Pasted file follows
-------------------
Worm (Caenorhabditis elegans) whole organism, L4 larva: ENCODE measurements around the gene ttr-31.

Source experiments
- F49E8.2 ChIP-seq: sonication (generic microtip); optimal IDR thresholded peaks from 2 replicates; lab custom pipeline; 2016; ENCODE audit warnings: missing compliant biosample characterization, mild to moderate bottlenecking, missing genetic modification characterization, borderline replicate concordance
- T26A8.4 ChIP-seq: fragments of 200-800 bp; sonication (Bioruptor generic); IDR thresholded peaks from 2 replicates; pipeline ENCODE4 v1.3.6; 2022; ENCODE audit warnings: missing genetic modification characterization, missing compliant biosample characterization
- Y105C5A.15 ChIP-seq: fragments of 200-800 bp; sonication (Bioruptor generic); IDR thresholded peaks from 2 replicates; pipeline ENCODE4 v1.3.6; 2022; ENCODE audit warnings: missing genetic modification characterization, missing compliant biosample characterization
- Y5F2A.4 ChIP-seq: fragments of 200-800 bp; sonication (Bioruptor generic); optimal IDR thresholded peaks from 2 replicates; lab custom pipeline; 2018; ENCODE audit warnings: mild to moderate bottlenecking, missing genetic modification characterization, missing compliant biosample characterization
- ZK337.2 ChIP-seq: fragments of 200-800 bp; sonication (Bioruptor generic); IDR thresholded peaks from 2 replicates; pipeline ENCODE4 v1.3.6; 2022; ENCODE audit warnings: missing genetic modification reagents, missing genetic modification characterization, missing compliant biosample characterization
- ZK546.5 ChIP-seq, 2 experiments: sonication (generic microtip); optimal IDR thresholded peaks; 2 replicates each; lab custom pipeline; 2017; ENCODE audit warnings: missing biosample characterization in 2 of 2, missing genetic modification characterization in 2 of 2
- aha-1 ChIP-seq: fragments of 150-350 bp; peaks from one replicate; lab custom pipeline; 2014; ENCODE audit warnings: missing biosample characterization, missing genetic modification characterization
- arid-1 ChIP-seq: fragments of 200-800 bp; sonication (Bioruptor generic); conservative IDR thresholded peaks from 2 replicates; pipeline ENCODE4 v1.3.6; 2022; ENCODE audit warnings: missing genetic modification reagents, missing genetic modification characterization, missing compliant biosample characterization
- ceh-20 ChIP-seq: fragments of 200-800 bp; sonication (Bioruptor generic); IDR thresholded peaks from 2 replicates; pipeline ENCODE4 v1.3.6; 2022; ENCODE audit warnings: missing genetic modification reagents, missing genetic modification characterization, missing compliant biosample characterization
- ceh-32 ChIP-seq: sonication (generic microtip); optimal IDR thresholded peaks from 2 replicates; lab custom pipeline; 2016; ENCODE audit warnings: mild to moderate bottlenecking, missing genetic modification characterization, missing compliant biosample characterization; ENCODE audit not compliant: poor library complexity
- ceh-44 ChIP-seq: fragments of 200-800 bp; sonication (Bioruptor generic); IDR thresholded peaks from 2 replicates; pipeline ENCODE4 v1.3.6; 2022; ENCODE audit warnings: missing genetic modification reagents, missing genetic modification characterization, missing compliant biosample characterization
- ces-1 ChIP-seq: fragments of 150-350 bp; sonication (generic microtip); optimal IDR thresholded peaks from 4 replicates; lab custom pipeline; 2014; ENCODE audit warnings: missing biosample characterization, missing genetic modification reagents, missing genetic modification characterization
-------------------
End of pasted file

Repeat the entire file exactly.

Worm (Caenorhabditis elegans) whole organism, L4 larva: ENCODE measurements around the gene ttr-31.

Source experiments
- F49E8.2 ChIP-seq: sonication (generic microtip); optimal IDR thresholded peaks from 2 replicates; lab custom pipeline; 2016; ENCODE audit warnings: missing compliant biosample characterization, mild to moderate bottlenecking, missing genetic modification characterization, borderline replicate concordance
- T26A8.4 ChIP-seq: fragments of 200-800 bp; sonication (Bioruptor generic); IDR thresholded peaks from 2 replicates; pipeline ENCODE4 v1.3.6; 2022; ENCODE audit warnings: missing genetic modification characterization, missing compliant biosample characterization
- Y105C5A.15 ChIP-seq: fragments of 200-800 bp; sonication (Bioruptor generic); IDR thresholded peaks from 2 replicates; pipeline ENCODE4 v1.3.6; 2022; ENCODE audit warnings: missing genetic modification characterization, missing compliant biosample characterization
- Y5F2A.4 ChIP-seq: fragments of 200-800 bp; sonication (Bioruptor generic); optimal IDR thresholded peaks from 2 replicates; lab custom pipeline; 2018; ENCODE audit warnings: mild to moderate bottlenecking, missing genetic modification characterization, missing compliant biosample characterization
- ZK337.2 ChIP-seq: fragments of 200-800 bp; sonication (Bioruptor generic); IDR thresholded peaks from 2 replicates; pipeline ENCODE4 v1.3.6; 2022; ENCODE audit warnings: missing genetic modification reagents, missing genetic modification characterization, missing compliant biosample characterization
- ZK546.5 ChIP-seq, 2 experiments: sonication (generic microtip); optimal IDR thresholded peaks; 2 replicates each; lab custom pipeline; 2017; ENCODE audit warnings: missing biosample characterization in 2 of 2, missing genetic modification characterization in 2 of 2
- aha-1 ChIP-seq: fragments of 150-350 bp; peaks from one replicate; lab custom pipeline; 2014; ENCODE audit warnings: missing biosample characterization, missing genetic modification characterization
- arid-1 ChIP-seq: fragments of 200-800 bp; sonication (Bioruptor generic); conservative IDR thresholded peaks from 2 replicates; pipeline ENCODE4 v1.3.6; 2022; ENCODE audit warnings: missing genetic modification reagents, missing genetic modification characterization, missing compliant biosample characterization
- ceh-20 ChIP-seq: fragments of 200-800 bp; sonication (Bioruptor generic); IDR thresholded peaks from 2 replicates; pipeline ENCODE4 v1.3.6; 2022; ENCODE audit warnings: missing genetic modification reagents, missing genetic modification characterization, missing compliant biosample characterization
- ceh-32 ChIP-seq: sonication (generic microtip); optimal IDR thresholded peaks from 2 replicates; lab custom pipeline; 2016; ENCODE audit warnings: mild to moderate bottlenecking, missing genetic modification characterization, missing compliant biosample characterization; ENCODE audit not compliant: poor library complexity
- ceh-44 ChIP-seq: fragments of 200-800 bp; sonication (Bioruptor generic); IDR thresholded peaks from 2 replicates; pipeline ENCODE4 v1.3.6; 2022; ENCODE audit warnings: missing genetic modification reagents, missing genetic modification characterization, missing compliant biosample characterization
- ces-1 ChIP-seq: fragments of 150-350 bp; sonication (generic microtip); optimal IDR thresholded peaks from 4 replicates; lab custom pipeline; 2014; ENCODE audit warnings: missing biosample characterization, missing genetic modification reagents, missing genetic modification characterization